To UEFI-boot from a Windows 7 64-bit ISO (Win 7 32-bit UEFi is not supported by Microsoft), or Windows 8/8.1/10 32-bit and 64-bit ISOs, you must first convert each ISO to a FAT32 .imgPTN file using MakePartImage and the MPI_FAT32 Desktop shortcut. Do not use the MPI_NTFS Desktop shortcut because that will not UEFI-boot!
Your E2B USB drive can be formatted as FAT32 or NTFS (although exFAT and ext2 would also work as long as the .imgPTN files can be made contiguous!).
If the .imgPTN files are larger than 4GB, the E2B USB drive should not be formatted as FAT32.
Typically, the E2B USB drive is prepared as an NTFS USB drive, but the .imgPTN files are created using MPI_FAT32.
If any file inside the ISO is larger than 4GB, then see here for solutions.
Windows 7 32-bit and earlier Windows OS's do not support UEFI-booting.
Note: E2B v1.75+ allows you to add .imgPTN files to the \_ISO\WINDOWS\xxxx folders (except for the XP folder).
Windows 7 64-bit UEFI booting problem!
Unlike the later Windows Install ISOs, the Windows 7 64-bit standard Microsoft ISO does not contain the correct UEFI boot file that is required for USB disk booting (it only supports DVD booting).
To UEFI 64-bit boot, we must have the file \EFI\BOOT\BOOTX64.EFI present.
Use Split_WinISO.exe to add the boot file
You can use the Split_WinISO Windows utility (by Chandra) to automatically add the missing bootx64.efi file and make a .imgPTN file...
Download Split_WinISO.exe and copy the .exe file to the MPI folder.
Run Split_WinISO.exe and click the ISO button to select your Windows 7 x64 ISO
Click on the MPIbutton to convert the ISO to a FAT32 .imgPTN file - if you do not see the MPI button then you did not copy the .exe file to the MPI Tool Kit folder!
Manually change the boot files
First, check if the file '\EFI\BOOT\BOOTX64.EFI' is in your ISO (or inside .imgPTN file). If it is not present then it will not UEFI-boot from a USB drive and we need to obtain the file and add it to our .imgPTN file.
Run E2B and select the Windows 7 64-bit.imgPTN file that you have already created using MakePartImage. You can do this by running \_ISO\SWITCH_E2B.exe or run the 'QEMU_MENU_TEST (run as admin).cmd' script on the E2B USB drive until you see the Windows 64-bit CSM menu in the QEMU window and then quit QEMU and Eject the USB drive using the Windows System Tray icon, then re-connect it.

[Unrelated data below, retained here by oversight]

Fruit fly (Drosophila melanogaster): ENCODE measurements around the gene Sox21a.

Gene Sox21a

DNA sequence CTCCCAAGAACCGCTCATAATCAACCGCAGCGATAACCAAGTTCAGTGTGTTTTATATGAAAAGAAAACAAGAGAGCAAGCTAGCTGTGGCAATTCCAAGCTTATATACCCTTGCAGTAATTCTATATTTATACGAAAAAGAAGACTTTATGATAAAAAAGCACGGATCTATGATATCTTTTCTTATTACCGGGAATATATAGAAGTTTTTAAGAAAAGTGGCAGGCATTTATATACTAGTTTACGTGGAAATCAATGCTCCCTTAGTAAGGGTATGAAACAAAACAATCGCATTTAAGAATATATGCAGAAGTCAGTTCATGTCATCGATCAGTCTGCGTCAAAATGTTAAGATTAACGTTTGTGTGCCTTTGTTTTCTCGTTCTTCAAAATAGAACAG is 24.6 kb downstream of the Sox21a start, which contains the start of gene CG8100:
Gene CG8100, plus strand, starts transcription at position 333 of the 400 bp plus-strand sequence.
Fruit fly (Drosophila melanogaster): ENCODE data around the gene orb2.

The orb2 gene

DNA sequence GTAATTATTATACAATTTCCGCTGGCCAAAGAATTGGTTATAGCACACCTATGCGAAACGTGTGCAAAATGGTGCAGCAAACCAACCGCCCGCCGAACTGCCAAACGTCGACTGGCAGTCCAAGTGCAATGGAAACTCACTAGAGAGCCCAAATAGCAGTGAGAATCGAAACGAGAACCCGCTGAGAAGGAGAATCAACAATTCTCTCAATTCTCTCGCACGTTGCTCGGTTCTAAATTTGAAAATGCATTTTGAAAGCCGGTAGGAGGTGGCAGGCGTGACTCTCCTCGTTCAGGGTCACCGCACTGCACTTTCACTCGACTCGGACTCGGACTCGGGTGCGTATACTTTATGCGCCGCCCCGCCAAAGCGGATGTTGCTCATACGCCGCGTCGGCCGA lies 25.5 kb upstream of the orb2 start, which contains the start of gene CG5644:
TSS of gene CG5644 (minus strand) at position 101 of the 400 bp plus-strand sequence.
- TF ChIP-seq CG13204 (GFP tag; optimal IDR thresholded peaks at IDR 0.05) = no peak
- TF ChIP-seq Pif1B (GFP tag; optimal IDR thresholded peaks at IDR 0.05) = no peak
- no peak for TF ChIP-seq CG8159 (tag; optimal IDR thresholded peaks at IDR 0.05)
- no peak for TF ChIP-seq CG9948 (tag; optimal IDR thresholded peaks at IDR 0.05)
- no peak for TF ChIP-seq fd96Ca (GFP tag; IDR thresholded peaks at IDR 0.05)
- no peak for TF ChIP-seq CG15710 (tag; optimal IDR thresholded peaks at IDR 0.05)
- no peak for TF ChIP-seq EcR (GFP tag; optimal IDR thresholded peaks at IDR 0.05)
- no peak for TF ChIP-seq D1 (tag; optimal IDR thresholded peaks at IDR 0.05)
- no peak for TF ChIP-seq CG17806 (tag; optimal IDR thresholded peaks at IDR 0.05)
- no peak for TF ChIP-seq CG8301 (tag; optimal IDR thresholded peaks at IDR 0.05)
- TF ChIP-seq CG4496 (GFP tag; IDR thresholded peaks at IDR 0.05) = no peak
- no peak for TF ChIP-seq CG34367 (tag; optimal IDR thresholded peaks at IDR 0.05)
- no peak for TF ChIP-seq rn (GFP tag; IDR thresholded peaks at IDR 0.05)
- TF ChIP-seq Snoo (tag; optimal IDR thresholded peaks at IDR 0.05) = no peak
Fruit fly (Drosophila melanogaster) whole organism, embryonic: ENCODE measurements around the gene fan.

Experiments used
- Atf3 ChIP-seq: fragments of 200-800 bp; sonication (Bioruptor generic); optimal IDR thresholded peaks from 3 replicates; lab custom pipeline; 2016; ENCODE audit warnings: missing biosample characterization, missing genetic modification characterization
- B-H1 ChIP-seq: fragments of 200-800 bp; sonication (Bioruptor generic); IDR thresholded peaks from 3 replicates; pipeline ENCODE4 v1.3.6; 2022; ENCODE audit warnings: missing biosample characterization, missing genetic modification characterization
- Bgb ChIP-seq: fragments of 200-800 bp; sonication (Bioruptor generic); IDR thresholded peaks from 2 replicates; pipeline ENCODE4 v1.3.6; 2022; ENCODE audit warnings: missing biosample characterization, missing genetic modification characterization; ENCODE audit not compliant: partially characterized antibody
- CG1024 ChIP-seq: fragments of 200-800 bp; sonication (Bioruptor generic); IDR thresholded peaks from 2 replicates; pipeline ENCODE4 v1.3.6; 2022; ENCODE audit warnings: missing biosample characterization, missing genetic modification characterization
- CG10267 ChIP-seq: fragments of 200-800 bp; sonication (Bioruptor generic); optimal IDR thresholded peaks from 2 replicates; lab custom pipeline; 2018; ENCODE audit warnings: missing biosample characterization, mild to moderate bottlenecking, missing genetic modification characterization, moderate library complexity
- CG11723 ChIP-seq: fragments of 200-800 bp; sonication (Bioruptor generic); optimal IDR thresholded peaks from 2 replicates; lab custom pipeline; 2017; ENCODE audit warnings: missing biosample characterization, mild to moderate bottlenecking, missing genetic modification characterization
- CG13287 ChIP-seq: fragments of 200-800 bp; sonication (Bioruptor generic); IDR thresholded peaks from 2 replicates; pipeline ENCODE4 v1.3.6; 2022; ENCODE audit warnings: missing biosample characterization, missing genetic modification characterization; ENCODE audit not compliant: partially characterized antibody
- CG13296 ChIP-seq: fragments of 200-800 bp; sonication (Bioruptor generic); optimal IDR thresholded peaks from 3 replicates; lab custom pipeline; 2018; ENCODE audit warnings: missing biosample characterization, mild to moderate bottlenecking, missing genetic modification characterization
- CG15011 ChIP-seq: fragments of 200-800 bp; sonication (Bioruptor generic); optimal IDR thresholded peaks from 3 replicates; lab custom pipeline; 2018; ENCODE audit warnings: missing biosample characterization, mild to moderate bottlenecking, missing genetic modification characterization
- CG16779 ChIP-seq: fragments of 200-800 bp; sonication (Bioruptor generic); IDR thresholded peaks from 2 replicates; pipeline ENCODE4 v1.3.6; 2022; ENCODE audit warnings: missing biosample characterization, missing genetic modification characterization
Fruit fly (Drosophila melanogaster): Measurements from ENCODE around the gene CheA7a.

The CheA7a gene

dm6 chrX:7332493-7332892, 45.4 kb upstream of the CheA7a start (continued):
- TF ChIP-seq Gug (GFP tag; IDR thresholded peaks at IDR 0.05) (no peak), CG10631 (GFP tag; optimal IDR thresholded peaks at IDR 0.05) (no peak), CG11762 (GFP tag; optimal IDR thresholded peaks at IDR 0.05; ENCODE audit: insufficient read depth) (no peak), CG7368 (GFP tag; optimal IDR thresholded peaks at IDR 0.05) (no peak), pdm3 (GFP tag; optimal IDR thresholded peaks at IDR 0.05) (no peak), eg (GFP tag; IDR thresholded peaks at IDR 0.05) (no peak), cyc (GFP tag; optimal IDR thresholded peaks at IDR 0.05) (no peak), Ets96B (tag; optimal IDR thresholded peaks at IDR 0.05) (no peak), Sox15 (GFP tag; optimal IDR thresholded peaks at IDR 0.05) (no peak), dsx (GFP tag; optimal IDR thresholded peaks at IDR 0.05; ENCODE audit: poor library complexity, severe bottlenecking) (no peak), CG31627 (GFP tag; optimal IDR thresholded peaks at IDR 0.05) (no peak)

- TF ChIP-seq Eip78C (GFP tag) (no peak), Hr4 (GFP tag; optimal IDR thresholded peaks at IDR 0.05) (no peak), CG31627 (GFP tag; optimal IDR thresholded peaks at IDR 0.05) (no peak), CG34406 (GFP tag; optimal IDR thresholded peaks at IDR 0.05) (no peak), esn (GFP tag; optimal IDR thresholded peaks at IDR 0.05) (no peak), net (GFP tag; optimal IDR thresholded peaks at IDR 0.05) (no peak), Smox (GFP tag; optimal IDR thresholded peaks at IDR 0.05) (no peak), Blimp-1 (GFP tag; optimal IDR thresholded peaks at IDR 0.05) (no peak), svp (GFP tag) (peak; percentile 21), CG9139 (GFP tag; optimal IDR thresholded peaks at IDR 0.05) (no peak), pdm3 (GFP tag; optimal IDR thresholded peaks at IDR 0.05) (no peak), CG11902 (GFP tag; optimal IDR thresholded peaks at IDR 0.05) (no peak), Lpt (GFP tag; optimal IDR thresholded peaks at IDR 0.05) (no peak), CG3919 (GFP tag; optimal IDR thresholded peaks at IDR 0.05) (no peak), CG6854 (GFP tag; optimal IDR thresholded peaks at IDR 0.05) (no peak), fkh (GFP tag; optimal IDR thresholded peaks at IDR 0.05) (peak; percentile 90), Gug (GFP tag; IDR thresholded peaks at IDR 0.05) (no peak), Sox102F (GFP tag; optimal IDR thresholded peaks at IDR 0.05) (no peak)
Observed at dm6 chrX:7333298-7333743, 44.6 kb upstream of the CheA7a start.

The contents of the E2B USB drive should now comprise of the Windows 7 64-bit payload.
If the '\EFI\BOOT\BOOTX64.EFI' file is missing, you can obtain and copy the file to the USB drive by using one of the two methods below:
If you have access to a Windows x64 system, copy the file C:\Windows\Boot\EFI\bootmgfw.efi to the USB drive's \EFI\BOOT\ folder and rename the file to \EFI\BOOT\BOOTX64.EFI.
The file bootmgfw.efi can also be extracted from a Windows 7 (or higher) x64 Install DVD. It is located in the 2.7 GByte+ large archive \sources\Install.wim (and in the \sources\boot.wim file too usually) which should now be on your USB drive. The file can be extracted using an archiving program such as 7Zip. This file is usually located in the subdirectory "1" of the archive at 1\Windows\Boot\EFI\ under 7Zip. Copy the file to the USB drive's \EFI\BOOT folder and rename the file to \EFI\BOOT\BOOTX64.EFI
The USB drive should now be UEFI-bootable and you should see the CSM menu now inform you that the BOOTX64.EFI file is present and also see a Clover boot option.
Note: The Virtual Box 'BIOS' does not support UEFI-booting of Windows 764-bit - the animation will just stop (Win8 and later work OK). However, you can try booting using the Clover menu entry in E2B CSM mode which usually works under VBox.
Still will not boot?
It should not be necessary, but if it fails to UEFI-boot, also copy the whole \EFI\MICROSOFT\BOOT folder to the \EFI folder (see screenshot below).
The partition contents of the USB drive should now look like this (note the \EFI\BOOT\BOOTx64.efi file must be present).
Adding Intel USB 3.0 drivers to Windows 7
Windows 7 install ISOs do not support USB 3.0 ports or controller chips, so if you want to boot from a USB 3.0 port, you will usually need to add the USB 3.0 drivers (tip: sometimes just using a USB 2.0 port will work but sometimes it will not!).
Once you have made the .imgPTN file, you can 'switch' to it and then run the Intel Windows 7 USB 3.0 Creator utility. This will modify the install.wim and boot.wim files and add the Intel USB 3.0 drivers. Note that this utility only adds the Intel USB 3.0 drivers for Intel chipsets; it does not add non-Intel USB 3.0 drivers (e.g. AMD).
There is also a video showing how to modify an ISO or USB drive here.
Tip: I find it easier to boot from any recent Windows Install ISO that supports USB 3.0 (e.g. Win 8.1 or Windows 10), and then run WinNTSetup.exe and install the Windows 7 ISO using WinNTSetup. There is no need to modify the Windows 7 64-bit ISO if you use this method. You can then install the USB 3 and other drivers once Windows has been installed.